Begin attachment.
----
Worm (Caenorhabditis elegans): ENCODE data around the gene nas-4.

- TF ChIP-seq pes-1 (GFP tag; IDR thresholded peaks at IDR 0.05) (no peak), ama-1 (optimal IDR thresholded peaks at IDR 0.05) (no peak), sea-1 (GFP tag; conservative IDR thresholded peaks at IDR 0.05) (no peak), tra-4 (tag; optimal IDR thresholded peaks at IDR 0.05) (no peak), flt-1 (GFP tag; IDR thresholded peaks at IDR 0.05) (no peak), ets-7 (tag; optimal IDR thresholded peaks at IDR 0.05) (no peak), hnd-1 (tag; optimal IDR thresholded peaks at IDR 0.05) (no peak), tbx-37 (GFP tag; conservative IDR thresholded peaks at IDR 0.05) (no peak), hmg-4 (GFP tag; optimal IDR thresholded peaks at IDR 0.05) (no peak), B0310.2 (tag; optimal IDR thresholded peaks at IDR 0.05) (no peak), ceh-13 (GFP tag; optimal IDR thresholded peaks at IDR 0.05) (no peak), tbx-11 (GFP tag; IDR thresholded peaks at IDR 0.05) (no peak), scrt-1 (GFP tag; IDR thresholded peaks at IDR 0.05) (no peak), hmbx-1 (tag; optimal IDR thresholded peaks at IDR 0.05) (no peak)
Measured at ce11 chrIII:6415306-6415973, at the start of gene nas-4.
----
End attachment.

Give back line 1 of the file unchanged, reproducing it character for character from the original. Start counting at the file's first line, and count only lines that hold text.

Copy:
Worm (Caenorhabditis elegans): ENCODE data around the gene nas-4.